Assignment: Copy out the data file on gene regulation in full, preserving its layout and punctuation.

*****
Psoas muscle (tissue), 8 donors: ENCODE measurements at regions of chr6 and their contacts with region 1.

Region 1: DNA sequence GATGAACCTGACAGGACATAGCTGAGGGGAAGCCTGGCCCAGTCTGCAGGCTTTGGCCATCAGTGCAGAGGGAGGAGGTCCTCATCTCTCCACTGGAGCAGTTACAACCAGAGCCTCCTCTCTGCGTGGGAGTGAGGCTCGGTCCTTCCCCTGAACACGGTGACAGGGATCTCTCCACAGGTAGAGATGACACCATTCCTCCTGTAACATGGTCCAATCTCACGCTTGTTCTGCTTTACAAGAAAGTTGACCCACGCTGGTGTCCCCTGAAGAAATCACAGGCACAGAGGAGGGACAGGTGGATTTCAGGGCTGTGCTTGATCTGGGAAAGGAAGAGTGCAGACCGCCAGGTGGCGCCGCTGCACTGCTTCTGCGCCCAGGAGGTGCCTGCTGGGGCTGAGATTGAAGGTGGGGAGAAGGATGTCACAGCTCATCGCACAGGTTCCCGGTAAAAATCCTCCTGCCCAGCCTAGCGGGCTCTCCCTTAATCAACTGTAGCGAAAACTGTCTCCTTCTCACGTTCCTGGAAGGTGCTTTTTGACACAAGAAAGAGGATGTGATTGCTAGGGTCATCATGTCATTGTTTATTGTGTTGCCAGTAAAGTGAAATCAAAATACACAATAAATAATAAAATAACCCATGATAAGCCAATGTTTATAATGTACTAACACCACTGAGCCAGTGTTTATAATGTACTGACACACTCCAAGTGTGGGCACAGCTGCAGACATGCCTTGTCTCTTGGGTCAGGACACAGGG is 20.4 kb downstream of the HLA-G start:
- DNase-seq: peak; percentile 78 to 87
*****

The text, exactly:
Psoas muscle (tissue), 8 donors: ENCODE measurements at regions of chr6 and their contacts with region 1.

Region 1: DNA sequence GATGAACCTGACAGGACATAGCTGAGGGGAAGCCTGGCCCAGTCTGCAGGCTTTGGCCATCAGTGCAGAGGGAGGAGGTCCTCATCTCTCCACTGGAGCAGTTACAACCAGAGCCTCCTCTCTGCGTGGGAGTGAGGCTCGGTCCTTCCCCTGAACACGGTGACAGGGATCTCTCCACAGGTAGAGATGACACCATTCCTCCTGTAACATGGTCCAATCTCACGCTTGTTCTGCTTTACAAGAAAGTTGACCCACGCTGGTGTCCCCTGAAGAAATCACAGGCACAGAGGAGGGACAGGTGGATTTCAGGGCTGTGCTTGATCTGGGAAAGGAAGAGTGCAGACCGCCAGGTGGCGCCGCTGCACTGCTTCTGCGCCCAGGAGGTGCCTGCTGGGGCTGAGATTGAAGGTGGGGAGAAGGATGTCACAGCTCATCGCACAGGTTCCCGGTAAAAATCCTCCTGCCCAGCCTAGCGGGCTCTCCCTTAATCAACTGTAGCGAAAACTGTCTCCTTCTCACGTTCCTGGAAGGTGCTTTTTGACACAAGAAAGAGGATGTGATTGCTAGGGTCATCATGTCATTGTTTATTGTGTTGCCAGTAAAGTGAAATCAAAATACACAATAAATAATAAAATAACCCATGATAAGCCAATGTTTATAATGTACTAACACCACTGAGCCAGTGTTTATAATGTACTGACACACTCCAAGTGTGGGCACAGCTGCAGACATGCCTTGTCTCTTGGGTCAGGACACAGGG is 20.4 kb downstream of the HLA-G start:
- DNase-seq: peak; percentile 78 to 87